What is a domain name?

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A domain is the name of your website. Before you can run a website, you will need a domain.

It is not something physical that you can touch or see; it is merely a string of characters that give your website an identity (yes, a name, like human and businesses). Now, here are some quick examples: Google.com is a domain name; so are Alexa.com, Linux.org, eLearningEuropa.info, as well as Yahoo.co.uk. To have your own domain, you will need to register your domain with a domain registrar.

Where can I register a domain?

go to krahost.com

Web Hosting vs Domain

The difference between web hosting and domain name

It is very common for newbies to get confused between a domain name with a web hosting.

However, it is important to be crystal clear on the differences between the two before you move on to your first website. To simplify: A domain name, is like the address of your home; web hosting on the other hand, is the space of your house where you place your furniture. Instead of street name and area code, set of words or/and numbers are used for the website’s naming’. The same goes with hosting, computer hard disk and computer memory are used instead of instead of wood and steel for storing and processing data files.

The idea is presented clearer with the diagram below.



How to register a domain name

Registering A Domain Name – How It Works?

  1. Think of a good name you want for your website.
  2. A domain name needs to be unique. Prepare a few variations – just in case the name is taken by others.
  3. Make a search on one of the registrars’ website (ie. krahost.com).
  4. If your selected domain name is not taken, you can order it instantly.
  5. Pay a registration fees, range $10 – $35 depends on the TLD (usually using PayPal or credit card).
  6. You are now done with the registration process.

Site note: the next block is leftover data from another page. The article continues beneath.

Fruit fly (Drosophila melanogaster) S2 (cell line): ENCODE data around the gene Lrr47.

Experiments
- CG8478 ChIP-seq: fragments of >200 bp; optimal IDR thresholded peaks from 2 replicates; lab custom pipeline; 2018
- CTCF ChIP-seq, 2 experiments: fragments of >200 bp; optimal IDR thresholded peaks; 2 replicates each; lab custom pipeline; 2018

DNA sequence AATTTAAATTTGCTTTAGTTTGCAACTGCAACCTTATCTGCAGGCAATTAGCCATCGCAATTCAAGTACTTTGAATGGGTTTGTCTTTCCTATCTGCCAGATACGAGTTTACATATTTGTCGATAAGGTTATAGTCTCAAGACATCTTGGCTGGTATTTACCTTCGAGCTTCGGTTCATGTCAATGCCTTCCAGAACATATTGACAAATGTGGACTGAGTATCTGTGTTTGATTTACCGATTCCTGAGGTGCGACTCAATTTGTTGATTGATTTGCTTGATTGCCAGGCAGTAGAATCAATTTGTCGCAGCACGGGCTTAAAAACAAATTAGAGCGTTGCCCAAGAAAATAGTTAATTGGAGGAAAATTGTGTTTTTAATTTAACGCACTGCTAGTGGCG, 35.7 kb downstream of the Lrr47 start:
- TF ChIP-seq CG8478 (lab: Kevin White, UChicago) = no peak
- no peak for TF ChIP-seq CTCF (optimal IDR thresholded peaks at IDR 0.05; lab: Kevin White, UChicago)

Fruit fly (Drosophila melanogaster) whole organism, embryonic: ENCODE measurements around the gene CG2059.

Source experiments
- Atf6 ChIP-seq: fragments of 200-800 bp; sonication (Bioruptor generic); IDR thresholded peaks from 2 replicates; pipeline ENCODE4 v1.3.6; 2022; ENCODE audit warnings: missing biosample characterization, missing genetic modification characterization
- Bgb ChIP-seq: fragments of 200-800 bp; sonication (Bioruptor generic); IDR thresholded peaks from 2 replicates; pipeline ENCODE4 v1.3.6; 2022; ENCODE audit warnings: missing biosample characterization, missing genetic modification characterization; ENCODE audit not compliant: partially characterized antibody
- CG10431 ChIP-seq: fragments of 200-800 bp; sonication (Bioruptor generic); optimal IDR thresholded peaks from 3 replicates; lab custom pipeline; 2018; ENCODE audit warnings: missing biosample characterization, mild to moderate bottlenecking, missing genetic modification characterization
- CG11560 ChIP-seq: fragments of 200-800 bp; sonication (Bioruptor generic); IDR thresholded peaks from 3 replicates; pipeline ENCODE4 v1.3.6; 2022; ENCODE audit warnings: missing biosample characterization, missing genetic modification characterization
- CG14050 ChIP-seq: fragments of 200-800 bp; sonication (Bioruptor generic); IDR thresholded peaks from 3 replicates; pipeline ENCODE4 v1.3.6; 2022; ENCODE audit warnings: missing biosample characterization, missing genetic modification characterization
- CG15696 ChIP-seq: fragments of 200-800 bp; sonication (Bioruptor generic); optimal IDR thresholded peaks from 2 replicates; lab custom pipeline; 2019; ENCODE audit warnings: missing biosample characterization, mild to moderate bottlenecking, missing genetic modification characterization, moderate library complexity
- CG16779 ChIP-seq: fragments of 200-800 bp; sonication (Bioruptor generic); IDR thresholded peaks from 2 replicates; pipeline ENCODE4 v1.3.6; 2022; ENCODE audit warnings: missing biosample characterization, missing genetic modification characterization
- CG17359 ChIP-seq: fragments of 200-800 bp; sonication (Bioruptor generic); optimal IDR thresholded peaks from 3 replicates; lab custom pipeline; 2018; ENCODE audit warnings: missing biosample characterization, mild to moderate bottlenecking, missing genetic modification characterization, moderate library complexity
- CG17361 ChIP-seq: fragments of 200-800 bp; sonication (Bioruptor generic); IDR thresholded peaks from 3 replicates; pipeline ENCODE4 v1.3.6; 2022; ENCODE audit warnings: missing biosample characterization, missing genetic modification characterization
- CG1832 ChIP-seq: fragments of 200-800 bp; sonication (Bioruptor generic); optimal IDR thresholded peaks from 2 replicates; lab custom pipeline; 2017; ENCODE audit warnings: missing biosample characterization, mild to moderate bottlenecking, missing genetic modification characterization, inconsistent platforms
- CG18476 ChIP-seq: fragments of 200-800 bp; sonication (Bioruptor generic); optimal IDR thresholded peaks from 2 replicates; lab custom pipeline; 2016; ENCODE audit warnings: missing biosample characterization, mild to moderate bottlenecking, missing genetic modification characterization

7. Next you will need to point the domain name to your web hosting (by changing its DNS record).

How does domain name registration works (in detail)?

,com domain namesRegistering a domain name is essentially like owning a small slice of internet real estate and, just like in the real estate market, consumers will be expected to cough up a good deal of information about themselves and pay for the privilege of claiming their corner of the internet’s public space.

Domain registration guidelines are not set on a pre-registrar basis, but are instead determined by the Internet Corporation for Assigned Names and Numbers, or ICANN. This governing body is essentially a global regulator of best practices for registrars, web hosts, and the clients who interact with them. According to the body’s standards, all customers registering a domain name must be prepared to furnish contact information for themselves, their organization, their business, and even their employer in some cases.

For those customers who are seeking to register a country-specific domain name option (like “.us” or “.co.uk”), a good portion of the registration process will be dedicated to determining whether or not the customer is a resident of that country and therefore legally permitted to purchase one of its country-specific top level domains (will talk about this later). And that should hammer home a secondary point to consumers.

While there are hundreds of available domain name suffixes (like “.com” or “.net), many of these domains have specific registration requirements. For example, only organizations can register a “.org” domain name, and only American citizens can register a domain name that ends in “.us.” Failing to meet the guidelines and requirements for each type of domain during the actual registration and payment process will result in the domain name being “released” back into the pool of available domain names; the customer will have to pick a top level domain for which they actually qualify, or cancel their purchase altogether.

During the signup process, it’s also important to have information directly from a web host, as this information will be need when filling in the DNS and MX record information during registration. These two records determine which web hosting server’s content is displayed when a user navigates to the domain, as well as how email is addressed, sent, and received using that hosting package and the associated domain name. Inaccurate information will result in errors and page-load failures.

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